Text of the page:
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Bug #74221 Float precision is altered when encoding to JSON for floats 0.99... and under
Submitted: 2017-03-07 22:49 UTC Modified: 2017-03-11 20:16 UTC
Votes:2
Avg. Score:4.5 ± 0.5
Reproduced:1 of 2 (50.0%)
Same Version:1 (100.0%)
Same OS:1 (100.0%)
From: bryn at imgur dot com Assigned: bukka (profile)
Status: Not a bug Package: JSON related
PHP Version: 7.1.2 OS: Ubuntu 16.04.2 LTS
Private report: No CVE-ID: None
 [2017-03-07 22:49 UTC] bryn at imgur dot com
Description:
------------
The change to using `serialize_precision` in `json_encode()` may have had some side affects. Floating point numbers under 1.0 get a different precision than other floating point numbers and the precision for those numbers can be unpredictable.

I noticed that `var_export()` is behaving the in the same way, but that is far less critical because it's not used as a data exchange format.


At the moment, I have a single workaround for a single case - When encoding a JSON object only dealing with the exact same precision values, setting `serialize_precision` to 2 gives the expected result. That won't work for objects with mixed precision though.

Test script:
---------------
<?php

# Getting the precision on the cli seems to change it.
# Before these two lines were added, I was getting 53 points of precision.
# After, it adhered to the value for serialize_precision and stayed there.
#print 'Precision is set to '.ini_get('precision').PHP_EOL;
#print 'Serialize Precision is set to '.ini_get('serialize_precision').PHP_EOL;

$data = array(
        0.35,
        (float)0.35,
        round(0.35, 2),
        0.15,
        1.25,
        1.23,
        1.0,
        0.9,
        4,
);

print 'var_export: '.PHP_EOL.var_export($data, 1).PHP_EOL;

print 'json_encode: '.PHP_EOL.json_encode($data, JSON_PRESERVE_ZERO_FRACTION).PHP_EOL;

print 'print_r'.PHP_EOL;

print_r($data);



Expected result:
----------------
var_export:
array (
  0 => 0.35,
  1 => 0.35,
  2 => 0.35,
  3 => 0.15,
  4 => 1.25,
  5 => 1.23,
  6 => 1.0,
  7 => 0.9,
  8 => 4,
)
json_encode:
[0.35,0.35,0.35,0.15,1.25,1.23,1.0,0.9,4]
print_r
Array
(
    [0] => 0.35
    [1] => 0.35
    [2] => 0.35
    [3] => 0.15
    [4] => 1.25
    [5] => 1.23
    [6] => 1
    [7] => 0.9
    [8] => 4
)

Actual result:
--------------
var_export:
array (
  0 => 0.34999999999999997779553950749686919152736663818359375,
  1 => 0.34999999999999997779553950749686919152736663818359375,
  2 => 0.34999999999999997779553950749686919152736663818359375,
  3 => 0.1499999999999999944488848768742172978818416595458984375,
  4 => 1.25,
  5 => 1.229999999999999982236431605997495353221893310546875,
  6 => 1.0,
  7 => 0.90000000000000002220446049250313080847263336181640625,
  8 => 4,
)
json_encode:
[0.34999999999999997779553950749686919152736663818359375,0.34999999999999997779553950749686919152736663818359375,0.34999999999999997779553950749686919152736663818359375,0.1499999999999999944488848768742172978818416595458984375,1.25,1.229999999999999982236431605997495353221893310546875,1.0,0.90000000000000002220446049250313080847263336181640625,4]
print_r
Array
(
    [0] => 0.35
    [1] => 0.35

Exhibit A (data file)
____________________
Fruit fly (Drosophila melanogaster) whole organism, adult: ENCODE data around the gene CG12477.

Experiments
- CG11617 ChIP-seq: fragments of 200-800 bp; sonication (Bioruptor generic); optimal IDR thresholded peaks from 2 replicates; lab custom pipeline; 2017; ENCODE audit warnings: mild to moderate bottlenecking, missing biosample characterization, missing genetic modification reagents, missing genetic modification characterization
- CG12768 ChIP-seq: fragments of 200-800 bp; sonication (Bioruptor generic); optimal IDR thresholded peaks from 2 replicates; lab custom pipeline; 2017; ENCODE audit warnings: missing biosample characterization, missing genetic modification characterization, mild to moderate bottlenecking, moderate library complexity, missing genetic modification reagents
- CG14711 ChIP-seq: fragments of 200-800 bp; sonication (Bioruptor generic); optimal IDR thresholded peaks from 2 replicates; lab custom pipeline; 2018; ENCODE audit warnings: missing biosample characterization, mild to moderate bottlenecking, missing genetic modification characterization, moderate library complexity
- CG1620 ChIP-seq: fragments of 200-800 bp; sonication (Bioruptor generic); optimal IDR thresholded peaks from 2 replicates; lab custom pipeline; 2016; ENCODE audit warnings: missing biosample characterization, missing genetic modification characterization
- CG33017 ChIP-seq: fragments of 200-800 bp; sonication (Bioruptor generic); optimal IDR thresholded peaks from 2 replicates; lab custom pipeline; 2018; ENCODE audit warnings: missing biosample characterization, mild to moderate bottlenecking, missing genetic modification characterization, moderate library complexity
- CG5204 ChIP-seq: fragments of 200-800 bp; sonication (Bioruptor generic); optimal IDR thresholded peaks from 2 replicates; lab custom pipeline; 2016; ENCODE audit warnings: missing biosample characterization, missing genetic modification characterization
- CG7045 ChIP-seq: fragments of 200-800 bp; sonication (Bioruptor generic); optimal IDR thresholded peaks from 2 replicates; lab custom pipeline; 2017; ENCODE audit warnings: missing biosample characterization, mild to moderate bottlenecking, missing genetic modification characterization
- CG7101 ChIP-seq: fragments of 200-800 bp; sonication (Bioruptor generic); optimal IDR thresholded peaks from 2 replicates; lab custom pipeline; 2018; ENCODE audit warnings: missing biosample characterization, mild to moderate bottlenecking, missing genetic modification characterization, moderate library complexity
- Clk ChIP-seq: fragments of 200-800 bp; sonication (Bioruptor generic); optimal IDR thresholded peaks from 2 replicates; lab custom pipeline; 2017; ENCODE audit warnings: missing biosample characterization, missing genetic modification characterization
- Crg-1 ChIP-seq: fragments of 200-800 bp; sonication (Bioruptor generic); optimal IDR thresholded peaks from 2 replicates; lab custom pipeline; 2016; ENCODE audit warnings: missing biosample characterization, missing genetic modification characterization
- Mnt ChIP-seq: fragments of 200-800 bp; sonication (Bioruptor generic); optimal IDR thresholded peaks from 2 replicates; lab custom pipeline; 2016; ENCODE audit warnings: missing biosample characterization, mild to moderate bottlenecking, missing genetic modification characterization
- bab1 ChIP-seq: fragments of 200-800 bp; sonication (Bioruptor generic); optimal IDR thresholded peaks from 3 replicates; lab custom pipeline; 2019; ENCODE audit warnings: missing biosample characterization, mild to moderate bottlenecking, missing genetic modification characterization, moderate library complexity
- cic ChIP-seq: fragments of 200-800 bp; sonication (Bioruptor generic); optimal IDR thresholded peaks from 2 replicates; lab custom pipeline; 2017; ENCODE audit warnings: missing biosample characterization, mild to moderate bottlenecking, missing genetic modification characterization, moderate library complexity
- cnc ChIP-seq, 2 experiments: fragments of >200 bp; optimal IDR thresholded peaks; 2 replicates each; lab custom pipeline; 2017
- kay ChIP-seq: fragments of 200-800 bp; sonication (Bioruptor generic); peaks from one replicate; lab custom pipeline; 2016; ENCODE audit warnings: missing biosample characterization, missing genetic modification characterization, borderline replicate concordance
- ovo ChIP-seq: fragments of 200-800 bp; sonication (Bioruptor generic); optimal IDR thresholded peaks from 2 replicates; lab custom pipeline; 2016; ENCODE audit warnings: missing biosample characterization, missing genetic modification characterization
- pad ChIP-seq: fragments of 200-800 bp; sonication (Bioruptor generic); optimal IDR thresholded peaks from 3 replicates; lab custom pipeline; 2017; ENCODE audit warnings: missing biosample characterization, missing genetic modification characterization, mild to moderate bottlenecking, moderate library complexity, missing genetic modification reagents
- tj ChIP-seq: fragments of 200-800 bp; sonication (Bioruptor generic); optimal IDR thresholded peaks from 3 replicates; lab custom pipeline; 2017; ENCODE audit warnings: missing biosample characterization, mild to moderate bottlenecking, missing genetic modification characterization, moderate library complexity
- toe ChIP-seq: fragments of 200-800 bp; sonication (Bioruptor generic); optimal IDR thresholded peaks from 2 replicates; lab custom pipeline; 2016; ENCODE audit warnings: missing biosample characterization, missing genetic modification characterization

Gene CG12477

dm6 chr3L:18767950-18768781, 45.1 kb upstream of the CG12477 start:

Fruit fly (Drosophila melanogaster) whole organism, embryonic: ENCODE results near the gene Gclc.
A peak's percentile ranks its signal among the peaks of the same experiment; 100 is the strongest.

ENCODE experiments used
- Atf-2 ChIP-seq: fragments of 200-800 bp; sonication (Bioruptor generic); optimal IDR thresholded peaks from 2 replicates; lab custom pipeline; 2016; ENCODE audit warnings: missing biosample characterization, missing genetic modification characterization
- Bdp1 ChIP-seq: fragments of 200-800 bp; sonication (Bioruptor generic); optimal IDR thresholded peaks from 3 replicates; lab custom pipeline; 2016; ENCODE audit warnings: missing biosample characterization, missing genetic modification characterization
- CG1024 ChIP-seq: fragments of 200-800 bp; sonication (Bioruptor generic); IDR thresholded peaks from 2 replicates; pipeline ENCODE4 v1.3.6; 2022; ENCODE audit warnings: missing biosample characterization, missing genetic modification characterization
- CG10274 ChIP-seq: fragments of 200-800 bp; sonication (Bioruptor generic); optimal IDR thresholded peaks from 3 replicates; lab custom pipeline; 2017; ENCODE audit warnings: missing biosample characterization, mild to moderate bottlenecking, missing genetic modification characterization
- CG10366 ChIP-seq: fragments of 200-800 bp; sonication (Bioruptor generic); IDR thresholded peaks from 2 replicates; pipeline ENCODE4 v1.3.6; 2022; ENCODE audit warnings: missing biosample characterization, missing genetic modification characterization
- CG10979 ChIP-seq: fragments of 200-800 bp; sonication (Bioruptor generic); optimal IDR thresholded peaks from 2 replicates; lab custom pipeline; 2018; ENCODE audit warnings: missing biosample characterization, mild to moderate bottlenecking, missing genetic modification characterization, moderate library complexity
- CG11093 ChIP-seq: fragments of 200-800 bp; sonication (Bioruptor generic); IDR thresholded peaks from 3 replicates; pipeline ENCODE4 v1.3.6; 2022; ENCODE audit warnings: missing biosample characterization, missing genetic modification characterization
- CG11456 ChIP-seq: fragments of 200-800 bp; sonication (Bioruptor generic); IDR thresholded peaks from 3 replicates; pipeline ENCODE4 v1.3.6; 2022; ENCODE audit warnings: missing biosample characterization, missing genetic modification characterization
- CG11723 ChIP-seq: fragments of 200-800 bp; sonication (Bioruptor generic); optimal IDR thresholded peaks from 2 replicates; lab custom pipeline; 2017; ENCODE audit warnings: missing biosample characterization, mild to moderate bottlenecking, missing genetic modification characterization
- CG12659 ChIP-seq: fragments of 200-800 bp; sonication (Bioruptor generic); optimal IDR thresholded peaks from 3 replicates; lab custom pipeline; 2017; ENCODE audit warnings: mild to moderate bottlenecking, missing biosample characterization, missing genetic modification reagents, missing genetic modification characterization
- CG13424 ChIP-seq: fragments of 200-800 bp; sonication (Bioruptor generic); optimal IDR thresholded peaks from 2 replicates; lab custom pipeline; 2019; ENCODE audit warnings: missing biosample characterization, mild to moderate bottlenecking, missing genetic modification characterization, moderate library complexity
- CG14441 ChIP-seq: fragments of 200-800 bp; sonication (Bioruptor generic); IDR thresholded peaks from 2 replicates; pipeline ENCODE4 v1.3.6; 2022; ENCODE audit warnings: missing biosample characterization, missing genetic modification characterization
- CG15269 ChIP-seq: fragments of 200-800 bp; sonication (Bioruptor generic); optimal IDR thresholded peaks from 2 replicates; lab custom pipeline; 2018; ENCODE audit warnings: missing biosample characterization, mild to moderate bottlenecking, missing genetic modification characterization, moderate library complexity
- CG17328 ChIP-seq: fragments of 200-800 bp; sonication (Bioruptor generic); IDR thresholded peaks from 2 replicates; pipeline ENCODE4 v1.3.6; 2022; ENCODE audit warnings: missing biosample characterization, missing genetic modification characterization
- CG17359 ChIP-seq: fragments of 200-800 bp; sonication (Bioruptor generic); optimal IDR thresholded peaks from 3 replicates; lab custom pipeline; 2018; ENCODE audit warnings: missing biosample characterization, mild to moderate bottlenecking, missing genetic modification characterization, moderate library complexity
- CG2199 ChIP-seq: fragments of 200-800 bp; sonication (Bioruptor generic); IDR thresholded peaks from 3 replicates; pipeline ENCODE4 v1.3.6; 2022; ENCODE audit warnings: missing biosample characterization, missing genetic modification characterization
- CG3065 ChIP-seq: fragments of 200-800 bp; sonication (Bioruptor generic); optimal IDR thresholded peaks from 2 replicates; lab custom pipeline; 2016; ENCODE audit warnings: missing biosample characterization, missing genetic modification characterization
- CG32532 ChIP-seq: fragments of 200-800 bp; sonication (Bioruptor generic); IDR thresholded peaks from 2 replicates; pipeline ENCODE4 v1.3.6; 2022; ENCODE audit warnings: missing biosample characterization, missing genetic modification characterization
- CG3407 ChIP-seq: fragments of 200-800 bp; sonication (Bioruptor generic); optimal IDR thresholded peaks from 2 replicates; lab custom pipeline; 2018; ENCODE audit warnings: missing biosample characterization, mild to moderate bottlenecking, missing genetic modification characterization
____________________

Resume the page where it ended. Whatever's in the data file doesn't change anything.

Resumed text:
[2] => 0.35
    [3] => 0.15
    [4] => 1.25
    [5] => 1.23
    [6] => 1
    [7] => 0.9
    [8] => 4
)

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 [2017-03-07 23:06 UTC] nikic@php.net
You can restore the previous behavior by setting serialize_precision to the value of precision, which is 14 by default. Alternatively and preferably, you can set serialize_precision to -1. In this case PHP will automatically determine the minimal precision necessary to still accurately represent the number.
 [2017-03-07 23:12 UTC] bryn at imgur dot com
@nikic regardless of serialize precision, the encoded JSON value should represent the original value. The 5.x branch gets the expected result from my example. The 7.x branch does not. Also, desired precision might be different for two keys in the same JSON object. Having to juggle a global ini setting is not a very good solution.
 [2017-03-07 23:40 UTC] nikic@php.net
The precision of floating point numbers in json_encode() has always been represented by a global ini setting. In PHP < 7.1 this was the precision setting, in PHP >= 7.1 it is the serialize_precision setting.

If serialize_precision is set to -1 values will always be accurately represented, while using a minimal representation. If serialize_precision is set to a sufficiently high value (>= 17), values will always be accurately represented, but may use a non-minimal representation (as can be observed in your example).

If you wish to control the precision on a per-key level you can use serialize_precision=-1 in combination with upfront rounding of values to the desired precision.

The problem you are experiencing is caused by serialize_precision being set to an excessively and meaninglessly high value of ~53. Your problem can be avoided by setting serialize_precision to a more reasonable value, or more simply, by leaving it at the default value.
 [2017-03-07 23:41 UTC] bryn at imgur dot com
Aha! I see what you are saying about `-1` now. The behavior is still wonky IMHO though and really breaks down with precision beyond 16. I'm going to let the filed issue stand for now and let you folks decide on "the right thing".
 [2017-03-11 20:16 UTC] bukka@php.net
-Status: Open +Status: Not a bug -Assigned To: +Assigned To: bukka
 [2017-03-11 20:16 UTC] bukka@php.net
This has been already decided by the RFC and the behaviour is as expected. If you set it to -1 (which is default now), it should work for you in the best possible way. I think that Nikita described it very well so I don't have anything to add...
 
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